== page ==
In other words, to what extent do find that discrimination is occurring? ·What is “white privilege”? According to Peggy McIntosh, how does white privilege contribute to racial inequality? ·What is “institutional racism”? How is it different from “discrimination”? What are some examples of institutional racism (the G. I. Bill, funding for education)? ·If racial inequalities are to be reduced, how do the (a) micro- (Michael Scott) and (b) macro-level perspectives suggest different kinds of solutions? ·The legal system sometimes gets involved in cases of discrimination.
Please be aware of cases against Hooters, Abercrombie, etc. Further, on what grounds are organizations like the Augusta National Golf Club able to exclude women as members? ·Who is the Equal Employment Opportunity Commission (EEOC)? What is their job? How many cases/what kinds of cases do they review? ·To what extent is there evidence that white people are sometimes the victims of racial discrimination (“reverse discrimination”)? Please be aware of the findings of the EEOC on this matter, as well as the outcome of the Supreme Court case of Ricci v. DeStefano.
Prejudice and Discrimination: Sexual Orientation ·Thinking about public opinion in the U. S. , to what extent do people currently support same-sex marriage rights among gays and lesbians? How do public attitudes differ by age? How do their views on “gay marriage” compare to their views on “civil unions”? [Check out the graphs and tables] ·In how many states/which states do gays and lesbians have the right to marry? ·In the various court cases, on what basis have gays and lesbians (and their supporters) argued that they should have the legal right to marry? In the United States, both court judges and ordinary citizens play a role in shaping policies surrounding same-sex marriage. What are some of the key differences in the decisions and decision-making process of these two groups on the issue of same-sex marriage? Prejudice and Discrimination: Disabilities Studies ·What is the Americans with Disabilities Act (ADA)? When was it signed into law? What does it cover (employment, public accommodations)? ·What are cochlear implants? In what ways is this medical technology controversial within the deaf community? Prejudice and Discrimination: Gender How large is the “gender gap in pay”? ·Looking at the graphs presented in class, how/why will the gender gap in pay change in the next couple of decades? ·Why does the gender gap in pay exist? What are some of the individual, or micro-level reasons for the gap? What are some of the structural, or macro-level reasons for the gap? [We didn’t talk about the macro-level very much in class, but as long as you understand what the macro-level perspective is, you should be able to develop a basic answer to this Q] ·Continuing to think about the micro- and macro-levels, what are some of the “solutions” to the gender gap in pay?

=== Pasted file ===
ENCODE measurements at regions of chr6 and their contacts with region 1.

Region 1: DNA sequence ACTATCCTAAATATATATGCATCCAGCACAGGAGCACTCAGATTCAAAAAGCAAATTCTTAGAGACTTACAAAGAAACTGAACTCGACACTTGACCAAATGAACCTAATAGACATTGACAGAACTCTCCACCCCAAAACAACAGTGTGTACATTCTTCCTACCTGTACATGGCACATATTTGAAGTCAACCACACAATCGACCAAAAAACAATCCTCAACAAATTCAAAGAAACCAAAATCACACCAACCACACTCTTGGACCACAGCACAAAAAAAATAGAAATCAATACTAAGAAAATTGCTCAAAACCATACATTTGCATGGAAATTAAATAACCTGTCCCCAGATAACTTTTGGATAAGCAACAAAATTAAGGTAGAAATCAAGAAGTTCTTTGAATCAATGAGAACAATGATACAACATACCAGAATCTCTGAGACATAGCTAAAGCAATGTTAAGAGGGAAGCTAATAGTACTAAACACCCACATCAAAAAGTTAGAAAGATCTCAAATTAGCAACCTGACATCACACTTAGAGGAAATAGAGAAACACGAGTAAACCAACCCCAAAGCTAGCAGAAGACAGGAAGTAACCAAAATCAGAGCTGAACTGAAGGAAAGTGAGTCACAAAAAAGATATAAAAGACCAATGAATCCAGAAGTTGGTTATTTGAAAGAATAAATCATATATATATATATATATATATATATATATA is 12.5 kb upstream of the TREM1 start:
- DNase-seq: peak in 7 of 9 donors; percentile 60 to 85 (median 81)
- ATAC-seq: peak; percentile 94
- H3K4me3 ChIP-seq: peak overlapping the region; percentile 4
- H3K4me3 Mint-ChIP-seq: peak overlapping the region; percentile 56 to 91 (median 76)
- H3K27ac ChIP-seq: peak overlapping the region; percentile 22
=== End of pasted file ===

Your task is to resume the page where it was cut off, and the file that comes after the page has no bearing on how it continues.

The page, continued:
Possible Essay Questions: 1)Audit studies: What are audit studies? Define in general. What techniques were used in the audit studies discussed in class? Strengths; weaknesses; suggestions for improvements. 2)Gender bootcamp. First, what is it, in general, and how does it compare to military bootcamp? Looking at the subcomponents of gender bootcamp, what are the key features (steps, procedures, etc. )? Bring in as many examples from class as possible, especially focusing on primary socialization at home.